In my early days of photography I was drawn to capturing fleeting moments, milestones, the memories that we will forever look back on with a full hearted wrench. I then chose to develop Photography as my career, attending college and University as well as extra tuition for the area that I wanted to focus on – Newborn Photography, Portraiture and Weddings. I knew my end goal was to run a successful business providing those services. It has been such an enjoyable journey, having Photography skills and experience as well as editing and everything else that falls under the bracket of running your business has opened so many doors that were never part of the ‘Great Plan’ in the beginning!
One door that it opened for me was in Advertising, a part of the Photography Industry that never interested me until I ended up there and it revealed a whole new direction.
Small Back-Story – In 2015 I was asked to do an Interior Shoot for a quirky little shop that was opening up in the village of Overton in North Wales. It sold beautiful homeware, that was all locally made and often one-of-a-kind pieces.
The shop belonged to two ladies who both had their own full-time professions, a Magazine Editor and Textile Artist but were running it together as a side project. We got on really well and Viv (Editor) had mentioned that she also had something else in the pipeline, wasn’t sure if was a definite but would get in touch if it went ahead. I then didn’t hear from Viv for some time, I think it was early 2017 when she contacted me to ask if I would be interested in doing some test shoots, she wasn’t going to be able to pay me in the beginning but it was for a great new project that she was working on and if it worked then we could discuss payment.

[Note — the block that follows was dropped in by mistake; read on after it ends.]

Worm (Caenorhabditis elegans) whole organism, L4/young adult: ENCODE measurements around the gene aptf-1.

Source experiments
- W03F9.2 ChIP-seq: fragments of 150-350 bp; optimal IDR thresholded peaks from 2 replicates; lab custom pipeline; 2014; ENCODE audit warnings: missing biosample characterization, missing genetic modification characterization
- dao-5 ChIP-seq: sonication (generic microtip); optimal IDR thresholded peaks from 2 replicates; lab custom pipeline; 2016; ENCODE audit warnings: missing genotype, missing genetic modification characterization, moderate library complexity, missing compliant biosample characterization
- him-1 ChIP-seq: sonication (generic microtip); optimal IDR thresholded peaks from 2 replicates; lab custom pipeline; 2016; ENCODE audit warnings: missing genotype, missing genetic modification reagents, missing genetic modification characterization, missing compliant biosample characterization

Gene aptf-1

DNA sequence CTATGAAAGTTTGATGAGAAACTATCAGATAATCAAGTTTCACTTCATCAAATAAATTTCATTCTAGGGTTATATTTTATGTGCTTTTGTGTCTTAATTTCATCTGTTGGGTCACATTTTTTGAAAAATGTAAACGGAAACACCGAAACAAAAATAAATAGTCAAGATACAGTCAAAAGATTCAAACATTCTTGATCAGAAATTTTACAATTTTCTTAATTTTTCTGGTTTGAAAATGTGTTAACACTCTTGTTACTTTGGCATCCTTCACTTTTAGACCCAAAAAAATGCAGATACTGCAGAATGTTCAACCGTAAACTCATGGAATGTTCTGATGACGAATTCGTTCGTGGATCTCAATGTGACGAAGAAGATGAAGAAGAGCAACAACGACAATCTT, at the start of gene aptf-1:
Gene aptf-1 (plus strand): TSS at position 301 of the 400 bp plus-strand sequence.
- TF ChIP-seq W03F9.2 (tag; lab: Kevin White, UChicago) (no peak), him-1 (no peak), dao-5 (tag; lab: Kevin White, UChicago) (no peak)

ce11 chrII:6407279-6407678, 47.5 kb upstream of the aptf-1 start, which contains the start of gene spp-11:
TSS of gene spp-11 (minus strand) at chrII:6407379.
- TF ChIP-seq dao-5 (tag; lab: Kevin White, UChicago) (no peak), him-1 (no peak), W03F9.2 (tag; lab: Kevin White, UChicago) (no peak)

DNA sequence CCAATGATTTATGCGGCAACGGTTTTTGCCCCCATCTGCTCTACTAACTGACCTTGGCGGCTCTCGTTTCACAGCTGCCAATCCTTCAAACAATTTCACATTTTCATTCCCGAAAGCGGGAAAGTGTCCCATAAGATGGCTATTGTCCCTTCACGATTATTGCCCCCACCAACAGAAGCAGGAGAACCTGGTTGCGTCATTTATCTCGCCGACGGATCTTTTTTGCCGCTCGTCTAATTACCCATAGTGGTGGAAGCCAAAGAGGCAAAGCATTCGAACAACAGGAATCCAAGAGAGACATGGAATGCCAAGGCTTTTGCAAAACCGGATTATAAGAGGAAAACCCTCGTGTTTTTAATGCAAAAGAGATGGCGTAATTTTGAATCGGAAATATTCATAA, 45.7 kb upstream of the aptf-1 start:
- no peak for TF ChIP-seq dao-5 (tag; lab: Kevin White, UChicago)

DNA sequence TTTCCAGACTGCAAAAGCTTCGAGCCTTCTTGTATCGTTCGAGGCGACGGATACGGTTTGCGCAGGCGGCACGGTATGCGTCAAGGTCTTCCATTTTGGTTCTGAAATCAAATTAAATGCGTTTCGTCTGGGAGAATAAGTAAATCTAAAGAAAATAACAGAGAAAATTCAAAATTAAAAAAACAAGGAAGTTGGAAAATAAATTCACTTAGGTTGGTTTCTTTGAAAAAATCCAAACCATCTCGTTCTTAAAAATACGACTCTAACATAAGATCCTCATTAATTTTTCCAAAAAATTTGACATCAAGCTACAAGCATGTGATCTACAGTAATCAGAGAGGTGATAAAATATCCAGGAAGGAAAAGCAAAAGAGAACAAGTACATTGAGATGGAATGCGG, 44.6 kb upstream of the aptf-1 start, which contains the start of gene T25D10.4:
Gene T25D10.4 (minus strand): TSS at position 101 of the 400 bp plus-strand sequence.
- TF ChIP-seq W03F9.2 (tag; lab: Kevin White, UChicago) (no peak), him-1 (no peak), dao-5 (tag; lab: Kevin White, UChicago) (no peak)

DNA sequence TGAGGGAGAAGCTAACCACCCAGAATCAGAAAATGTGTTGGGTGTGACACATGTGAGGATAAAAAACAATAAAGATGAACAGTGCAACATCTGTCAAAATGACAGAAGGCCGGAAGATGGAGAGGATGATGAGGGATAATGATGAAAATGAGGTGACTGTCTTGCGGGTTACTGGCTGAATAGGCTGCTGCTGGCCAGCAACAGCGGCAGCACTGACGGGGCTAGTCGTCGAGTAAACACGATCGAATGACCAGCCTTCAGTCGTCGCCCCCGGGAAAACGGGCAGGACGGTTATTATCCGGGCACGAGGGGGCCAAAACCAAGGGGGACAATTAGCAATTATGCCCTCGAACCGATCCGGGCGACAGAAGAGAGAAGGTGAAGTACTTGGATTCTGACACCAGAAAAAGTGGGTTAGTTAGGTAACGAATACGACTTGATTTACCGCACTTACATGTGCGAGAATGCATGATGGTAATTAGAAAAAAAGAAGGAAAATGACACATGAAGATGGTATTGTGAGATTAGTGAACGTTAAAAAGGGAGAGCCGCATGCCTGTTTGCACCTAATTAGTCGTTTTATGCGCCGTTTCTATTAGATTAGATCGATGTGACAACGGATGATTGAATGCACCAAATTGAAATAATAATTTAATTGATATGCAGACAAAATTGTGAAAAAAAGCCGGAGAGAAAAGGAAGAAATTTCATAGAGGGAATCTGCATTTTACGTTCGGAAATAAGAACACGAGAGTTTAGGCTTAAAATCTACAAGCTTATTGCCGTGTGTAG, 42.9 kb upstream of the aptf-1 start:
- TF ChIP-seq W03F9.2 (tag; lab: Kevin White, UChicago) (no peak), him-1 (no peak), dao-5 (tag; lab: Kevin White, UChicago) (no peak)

We got together and she briefed me on the project, they were starting up a magazine different to anything else that is available for young girls approaching their teenage years. It was to be a fun, inspiring, creative, completely ad free and have no reference to anything related to image, make-up, Boy Band Heart throbs etc which is the mass content of almost all current girly magazines:
I fell in love with the ethic behind the idea for the magazine, at the time my daughter Sophie was 8 so this was something I felt really drawn to get involved in. I hated the junk that was in the magazines that she occasionally bought.
Viv brought this book to show me:
This was going to be the vein of the Kookie Magazine.
From the article…
“You don’t need to be pretty, perfect or compliant to be loved.”
That is the message photographer Kate T. Parker wanted to use to empower her girls when she started taking their pictures three years ago. You won’t see any dolls or pink tutus in this heartwarming, energetic series that beautifully showcases what it means to be a girl now. Parker, a photographer based in Atlanta, Ga., turned her lens on her daughters as a way to encourage them to escape the stereotypes imposed on young girls and celebrate their strengths and interests. Parker’s message to her daughters, aged 5 and 8, is “be strong, be yourself, be honest and celebrate who you are.”
‘CELEBRATE WHO YOU ARE AND WHAT YOU LOVE’ As a mother I honestly couldn’t think of a better piece of advice for my daughter.
Jumping Forward to 2019 – We have just completed the 5th Issue of the Kookie Magazine, it is a quarterly publication and the brief for the cover has been simple and the same throughout:
- Studio shoot using soft lighting to look as natural as possible against a light backdrop so that illustrations can be added around the model.
- Waist to Head in the frame
- Fun, energetic, smiling, laughing, engaging with the camera
Although simple in the brief, the technicalities are always never so simple. Firstly I had to get the girls to be relaxed in front of the camera (which usually involved me telling them embarrassing stories about my childhood uuurgh) or stupid dances to get a giggle. I also had to capture the girls when they were moving and jumping and larking around. I had to use a fast shutter speed, in order to do this I needed more than just the natural window light and had to use a mixture of lighting – lowest setting on my strobe and placed almost directly in front of the model but slightly off to the left, similar to Butterfly lighting, the placement of the light here means you don’t have any harsh shadows on one side of the face, it is evenly lit with a gentle shadows under the cheekbones and chin and under the nose.